SPRINGFIELD, Mass. — A Massachusetts police officer was fired last month after posting a photo showing her niece at a Black Lives Matter rally in Atlanta to her Instagram account.
Florissa Fuentes, 30, was fired from the Springfield Police Department on June 19, Mass Live reported.
She posted a photo taken on May 29 to her personal Instagram account while off-duty. The image showed her niece protesting in Atlanta. Flames leap up in the background and her niece holds a sign that reads: “Shoot the F*** Back.” A friend’s sign reads: “Who do we call when the murderer wears the badge?”
“After I posted it, I started getting calls and texts from co-workers,” Fuentes recalled. “I was initially confused, but then I realized they thought I was being anti-cop. I wasn’t. I was just supporting my niece’s activism. I had no malicious intent, and I wouldn’t put a target on my own back. I’m out there on the streets every day like everyone else.”
The photo sparked backlash from her colleagues who questioned whether she advocated for violence against police officers amid nationwide protests, as well as looting and rioting.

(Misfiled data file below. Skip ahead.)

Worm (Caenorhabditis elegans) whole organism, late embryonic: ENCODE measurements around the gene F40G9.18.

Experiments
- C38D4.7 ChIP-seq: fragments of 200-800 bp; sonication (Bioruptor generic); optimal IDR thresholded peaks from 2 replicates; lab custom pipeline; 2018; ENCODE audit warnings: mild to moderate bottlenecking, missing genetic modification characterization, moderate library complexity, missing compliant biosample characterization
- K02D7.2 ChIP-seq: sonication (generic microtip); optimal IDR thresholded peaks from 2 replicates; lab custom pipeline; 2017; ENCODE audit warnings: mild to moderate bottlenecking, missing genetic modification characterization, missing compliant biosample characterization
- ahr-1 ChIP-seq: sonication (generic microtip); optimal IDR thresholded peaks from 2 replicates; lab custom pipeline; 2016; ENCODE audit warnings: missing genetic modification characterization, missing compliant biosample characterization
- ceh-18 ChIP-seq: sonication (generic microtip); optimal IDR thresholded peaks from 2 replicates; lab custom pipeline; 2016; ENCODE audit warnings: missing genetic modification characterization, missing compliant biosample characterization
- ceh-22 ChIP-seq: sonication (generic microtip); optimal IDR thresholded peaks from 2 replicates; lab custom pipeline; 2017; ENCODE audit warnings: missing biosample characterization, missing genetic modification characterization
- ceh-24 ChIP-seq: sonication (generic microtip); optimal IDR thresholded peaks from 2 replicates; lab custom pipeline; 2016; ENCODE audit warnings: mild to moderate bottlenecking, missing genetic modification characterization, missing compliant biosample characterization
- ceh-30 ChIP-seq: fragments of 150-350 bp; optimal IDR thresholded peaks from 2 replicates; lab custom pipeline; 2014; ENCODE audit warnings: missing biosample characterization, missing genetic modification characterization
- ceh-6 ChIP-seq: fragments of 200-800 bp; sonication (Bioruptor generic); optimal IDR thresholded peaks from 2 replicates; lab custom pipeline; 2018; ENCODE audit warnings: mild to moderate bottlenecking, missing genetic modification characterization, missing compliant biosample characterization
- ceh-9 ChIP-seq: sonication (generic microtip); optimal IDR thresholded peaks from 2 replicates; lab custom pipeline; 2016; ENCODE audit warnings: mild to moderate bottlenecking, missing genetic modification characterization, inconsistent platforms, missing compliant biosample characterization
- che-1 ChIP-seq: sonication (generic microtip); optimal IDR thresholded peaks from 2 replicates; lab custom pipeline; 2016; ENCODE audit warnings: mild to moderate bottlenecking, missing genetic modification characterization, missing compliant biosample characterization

Fuentes, who was sworn in at the Springfield Police Department last July and recently became a detective in the Special Victims Unit, said she received a call from Capt. Trent Duda, head of the Detective Bureau, on June 1 over the post and was written up for a social media violation, reported the New York Post.
She also met with Commissioner Cheryl Clapprood and longtime Springfield Police Patrolmen’s Association president, Officer Joseph Gentile, the next day and agreed to write an apology on the union’s Facebook.
“To my fellow officers, I recently shared a post that a family member had posted of themselves protesting the recent death of George Floyd,” Fuentes said in the post that has since been taken down. “I did not share this photo with any malicious intent and I should have thought of how others might perceive it. I apologize to all of those who I have offended. I am not anti-cop. I wear my badge proudly and have committed my life and career to being a police officer.”
But the apology was not enough to spare her job. The commissioner recently granted Fuentes a hardship concession so she could homeschool her children during the pandemic, Fox reported.
“This was Ms. Fuentes’s second infraction during her probationary period,” Commissioner Clapprood said in a statement to WBUR. “Complaints about her social media post came from co-workers who were hurt by it and questioned her stance on the quote that advocated shooting police officers. It was my decision to terminate her employment.”
Fuentes was a month away from getting off probation. New officers have fewer protections than others who’ve passed their probationary period.